Journal retracts Ohio State CrossFit study at center of lawsuits

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The fallout continues for a study conducted at a local CrossFit gym by researchers at The Ohio State University. First it was corrected, now it’s been retracted, and it continues to be the basis of litigation against both the authors and the publisher.

Editors at the Journal of Strength and Conditioning Research have decided to pull the 2013 study after learning that the research protocol had not been approved by Ohio State’s institutional review board (IRB).

Over the past few years, the study has spawned several lawsuits, including a defamation suit brought by gym owner Mitch Potterf against Ohio State that landed him a six-figure settlement, as well as an ongoing suit by Potterf against the National Strength and Conditioning Association (NSCA, which publishes the journal). The CrossFit brand has also sued the NSCA. [See update at end of post for more on that case.]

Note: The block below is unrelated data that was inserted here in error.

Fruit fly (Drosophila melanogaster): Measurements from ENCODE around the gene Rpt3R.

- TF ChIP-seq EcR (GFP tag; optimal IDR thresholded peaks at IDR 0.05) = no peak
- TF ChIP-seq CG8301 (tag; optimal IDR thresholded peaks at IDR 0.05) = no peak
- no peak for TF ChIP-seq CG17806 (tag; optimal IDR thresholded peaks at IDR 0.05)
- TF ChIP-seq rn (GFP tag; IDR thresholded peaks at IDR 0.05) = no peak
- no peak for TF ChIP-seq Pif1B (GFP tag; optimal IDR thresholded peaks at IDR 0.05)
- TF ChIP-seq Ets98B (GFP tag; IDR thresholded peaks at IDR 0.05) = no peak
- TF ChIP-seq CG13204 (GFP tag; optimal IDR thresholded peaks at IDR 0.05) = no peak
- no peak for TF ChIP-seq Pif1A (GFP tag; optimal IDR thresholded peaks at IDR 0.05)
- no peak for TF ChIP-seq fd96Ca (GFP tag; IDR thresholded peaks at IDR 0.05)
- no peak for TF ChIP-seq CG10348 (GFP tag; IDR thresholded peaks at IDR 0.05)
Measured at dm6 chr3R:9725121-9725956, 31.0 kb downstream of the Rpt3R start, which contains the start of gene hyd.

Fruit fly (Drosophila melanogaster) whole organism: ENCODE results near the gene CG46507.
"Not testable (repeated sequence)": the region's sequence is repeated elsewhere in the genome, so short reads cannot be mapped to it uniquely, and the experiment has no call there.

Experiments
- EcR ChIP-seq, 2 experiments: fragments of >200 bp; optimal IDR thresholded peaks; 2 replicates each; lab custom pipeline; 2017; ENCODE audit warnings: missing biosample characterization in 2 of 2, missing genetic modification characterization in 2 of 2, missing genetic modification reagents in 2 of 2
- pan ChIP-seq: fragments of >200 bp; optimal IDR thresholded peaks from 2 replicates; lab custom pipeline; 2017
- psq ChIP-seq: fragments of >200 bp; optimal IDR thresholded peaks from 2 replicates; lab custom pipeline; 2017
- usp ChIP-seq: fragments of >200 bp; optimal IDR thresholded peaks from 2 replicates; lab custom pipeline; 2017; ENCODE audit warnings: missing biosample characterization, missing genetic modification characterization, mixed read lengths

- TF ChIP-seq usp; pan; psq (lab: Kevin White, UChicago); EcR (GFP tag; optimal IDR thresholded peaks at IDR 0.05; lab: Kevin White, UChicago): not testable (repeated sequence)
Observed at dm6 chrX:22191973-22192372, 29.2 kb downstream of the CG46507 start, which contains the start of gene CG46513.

An NSCA statement issued May 30 describes what happened: Read the rest of this entry »

Weekend reads: New calls for retraction; more on fake peer review; how long does peer review take?

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The week at Retraction Watch featured a look at how long journals take to respond to retraction requests, and news of a $10 million settlement for research misconduct allegations. Here’s what was happening elsewhere: Read the rest of this entry »

Written by Ivan Oransky

April 29th, 2017 at 10:57 am

Posted in Uncategorized